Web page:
The flora of Mashpi is defined by its geography. With its steep gradient, the higher zone is dominated by relatively short trees. It is densely inhabited by aerial plants like bromeliads, orchids and moss, which take advantage of this location to feed on the delicacies carried in by the clouds. Ferns and lobster claws rise up from the ground, and as well as various relations of coffee (Rubiaceae), with sweet-scented and striking flowers.
Much of the reserve has been affected by wood extraction over a long period of time and is still in the process of recovery. In these areas the most representative trees are pioneers like the Guarumo that grow quickly in the places where other trees have fallen, preparing the ground so that it can then be occupied by larger, longer-living trees. Even so, the reserve maintains parts intact where a high level of endemism is evident.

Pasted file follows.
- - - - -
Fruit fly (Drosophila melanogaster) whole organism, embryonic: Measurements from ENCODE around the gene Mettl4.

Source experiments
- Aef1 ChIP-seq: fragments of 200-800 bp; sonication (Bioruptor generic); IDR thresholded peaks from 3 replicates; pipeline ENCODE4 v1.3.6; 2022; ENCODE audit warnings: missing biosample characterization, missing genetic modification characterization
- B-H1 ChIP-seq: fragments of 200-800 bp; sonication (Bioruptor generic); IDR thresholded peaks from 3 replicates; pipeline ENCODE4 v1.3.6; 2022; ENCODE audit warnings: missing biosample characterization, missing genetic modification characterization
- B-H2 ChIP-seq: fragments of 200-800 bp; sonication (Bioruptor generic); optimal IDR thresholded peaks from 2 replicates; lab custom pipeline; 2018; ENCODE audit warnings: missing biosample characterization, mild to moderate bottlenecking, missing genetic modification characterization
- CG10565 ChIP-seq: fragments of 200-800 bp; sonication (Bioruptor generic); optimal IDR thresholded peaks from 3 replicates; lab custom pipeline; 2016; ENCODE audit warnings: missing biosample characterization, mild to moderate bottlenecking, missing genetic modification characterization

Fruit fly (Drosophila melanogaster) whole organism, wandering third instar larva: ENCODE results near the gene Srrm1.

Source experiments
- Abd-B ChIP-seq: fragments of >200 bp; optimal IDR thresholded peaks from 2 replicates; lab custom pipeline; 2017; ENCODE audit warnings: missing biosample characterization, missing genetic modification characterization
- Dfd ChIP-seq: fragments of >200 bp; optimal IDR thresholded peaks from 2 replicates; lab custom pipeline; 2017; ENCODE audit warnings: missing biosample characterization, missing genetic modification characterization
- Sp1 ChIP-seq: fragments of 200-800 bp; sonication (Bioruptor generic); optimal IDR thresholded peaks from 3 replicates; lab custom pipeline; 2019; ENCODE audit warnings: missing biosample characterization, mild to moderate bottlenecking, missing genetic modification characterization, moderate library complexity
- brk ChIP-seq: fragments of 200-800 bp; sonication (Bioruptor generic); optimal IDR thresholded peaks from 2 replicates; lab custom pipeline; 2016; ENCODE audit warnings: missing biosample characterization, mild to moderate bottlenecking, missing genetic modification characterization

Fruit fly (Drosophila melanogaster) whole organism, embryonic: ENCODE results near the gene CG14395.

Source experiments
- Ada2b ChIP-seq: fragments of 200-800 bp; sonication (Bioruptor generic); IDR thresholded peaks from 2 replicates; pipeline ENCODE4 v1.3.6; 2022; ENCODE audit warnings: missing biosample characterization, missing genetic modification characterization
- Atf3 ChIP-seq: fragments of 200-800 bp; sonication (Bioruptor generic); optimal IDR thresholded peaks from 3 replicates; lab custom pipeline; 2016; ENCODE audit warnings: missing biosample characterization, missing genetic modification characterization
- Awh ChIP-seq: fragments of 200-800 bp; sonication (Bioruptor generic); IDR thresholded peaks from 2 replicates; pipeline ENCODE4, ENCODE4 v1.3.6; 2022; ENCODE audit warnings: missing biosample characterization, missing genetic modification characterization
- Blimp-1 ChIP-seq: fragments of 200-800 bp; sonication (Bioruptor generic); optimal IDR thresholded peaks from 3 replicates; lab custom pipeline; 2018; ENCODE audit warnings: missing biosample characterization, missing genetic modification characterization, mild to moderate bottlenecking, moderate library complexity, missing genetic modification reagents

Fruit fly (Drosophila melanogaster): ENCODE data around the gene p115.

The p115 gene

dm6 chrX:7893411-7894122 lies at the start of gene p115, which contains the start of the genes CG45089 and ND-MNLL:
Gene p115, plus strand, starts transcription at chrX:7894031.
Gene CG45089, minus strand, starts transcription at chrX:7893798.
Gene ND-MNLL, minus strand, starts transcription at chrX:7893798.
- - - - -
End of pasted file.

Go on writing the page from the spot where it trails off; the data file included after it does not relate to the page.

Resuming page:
In total 179 species of plants belonging to 61 families have been registered, and there is still much to explore and discover. In the year 2014 a new species of magnolia was identified in the reserve, the Mashpi Magnolia, which is endemic to the reserve. It is a tall tree with distinctive large, white flowers and can easily be observed from “La Libélula”, in the highlands of Mashpi.